Date of Award


Degree Type


Degree Name

Doctor of Philosophy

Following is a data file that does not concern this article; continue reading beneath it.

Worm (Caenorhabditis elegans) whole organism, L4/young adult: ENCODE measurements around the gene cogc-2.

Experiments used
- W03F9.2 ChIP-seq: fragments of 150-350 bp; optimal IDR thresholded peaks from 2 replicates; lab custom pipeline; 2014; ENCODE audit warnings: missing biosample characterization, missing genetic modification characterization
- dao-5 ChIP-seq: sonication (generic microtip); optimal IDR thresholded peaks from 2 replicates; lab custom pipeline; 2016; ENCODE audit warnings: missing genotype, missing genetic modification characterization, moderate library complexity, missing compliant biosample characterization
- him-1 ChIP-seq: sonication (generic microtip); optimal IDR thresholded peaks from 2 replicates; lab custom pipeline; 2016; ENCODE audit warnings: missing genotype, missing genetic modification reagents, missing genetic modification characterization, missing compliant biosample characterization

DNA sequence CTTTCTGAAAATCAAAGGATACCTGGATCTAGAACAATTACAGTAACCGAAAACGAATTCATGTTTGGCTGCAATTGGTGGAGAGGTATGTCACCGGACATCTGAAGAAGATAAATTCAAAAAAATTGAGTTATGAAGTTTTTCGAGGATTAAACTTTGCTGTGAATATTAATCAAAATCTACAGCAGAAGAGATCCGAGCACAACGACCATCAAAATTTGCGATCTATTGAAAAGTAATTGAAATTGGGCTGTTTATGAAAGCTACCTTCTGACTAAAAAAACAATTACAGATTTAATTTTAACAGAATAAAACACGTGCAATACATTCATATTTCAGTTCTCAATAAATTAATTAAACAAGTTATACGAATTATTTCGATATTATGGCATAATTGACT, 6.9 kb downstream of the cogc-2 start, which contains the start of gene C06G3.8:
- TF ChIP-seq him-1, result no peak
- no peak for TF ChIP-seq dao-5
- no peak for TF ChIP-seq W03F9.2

The goal of this research was to develop and validate an empirical classification of naturally occurring teaching styles in university undergraduate lecture courses. Teaching style was described in terms of patterns of observable classroom teaching behavior.;In the first study, the classification was developed with reference to an initial sample of 298 university lecturers. Each instructor was observed by student raters, who judged the frequency of occurrence of 100 low-inference behaviours. Student ratings were averaged within classes and eight scale scores were computed. A cluster analysis identified six groups of instructors, with members of each group homogeneous in terms of their classroom teaching behaviour patterns. The replicability of the clusters was assessed within this sample through split-half samples, statistical tests, and a comparison of results based on item and scale scores.;In the second study, the typology was validated by investigating relationships between teaching style and other relevant variables, such as instructor characteristics and attitudes, course characteristics, and global student ratings of teaching effectiveness. For this purpose, a second sample of 135 classes was obtained. Significant differences in the frequencies of the six styles across subject area and course level had been noted in the original sample. These differences in style frequencies were replicated in the second sample with regard to course level but not subject area. Overall elevation of the behavioural scale scores played a major role in determining relationships between teaching style and global student ratings. Instructor characteristics such as years of teaching experience, academic rank, and educational goals and attitudes did not display significant relationships with teaching style.;In the third study, additional validation evidence for the typology was gathered through examination of the stability of teaching styles across courses and across years. It was found that behaviour was relatively stable when courses were at the same academic level (i.e., introductory, general, honours), even if the courses were separated by as much as eight years.;In general there was evidence that the empirical classification approach is a useful method for describing teacher behaviour. It allows a definition of teaching style, or educational treatment, in terms of discrete, observable behaviours.



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